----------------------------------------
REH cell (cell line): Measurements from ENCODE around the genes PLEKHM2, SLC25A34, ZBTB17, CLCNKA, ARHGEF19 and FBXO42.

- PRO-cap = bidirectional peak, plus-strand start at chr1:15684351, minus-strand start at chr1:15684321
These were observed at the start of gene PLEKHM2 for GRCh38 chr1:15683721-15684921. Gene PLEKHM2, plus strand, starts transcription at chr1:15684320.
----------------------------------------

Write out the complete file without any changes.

REH cell (cell line): Measurements from ENCODE around the genes PLEKHM2, SLC25A34, ZBTB17, CLCNKA, ARHGEF19 and FBXO42.

- PRO-cap = bidirectional peak, plus-strand start at chr1:15684351, minus-strand start at chr1:15684321
These were observed at the start of gene PLEKHM2 for GRCh38 chr1:15683721-15684921. Gene PLEKHM2, plus strand, starts transcription at chr1:15684320.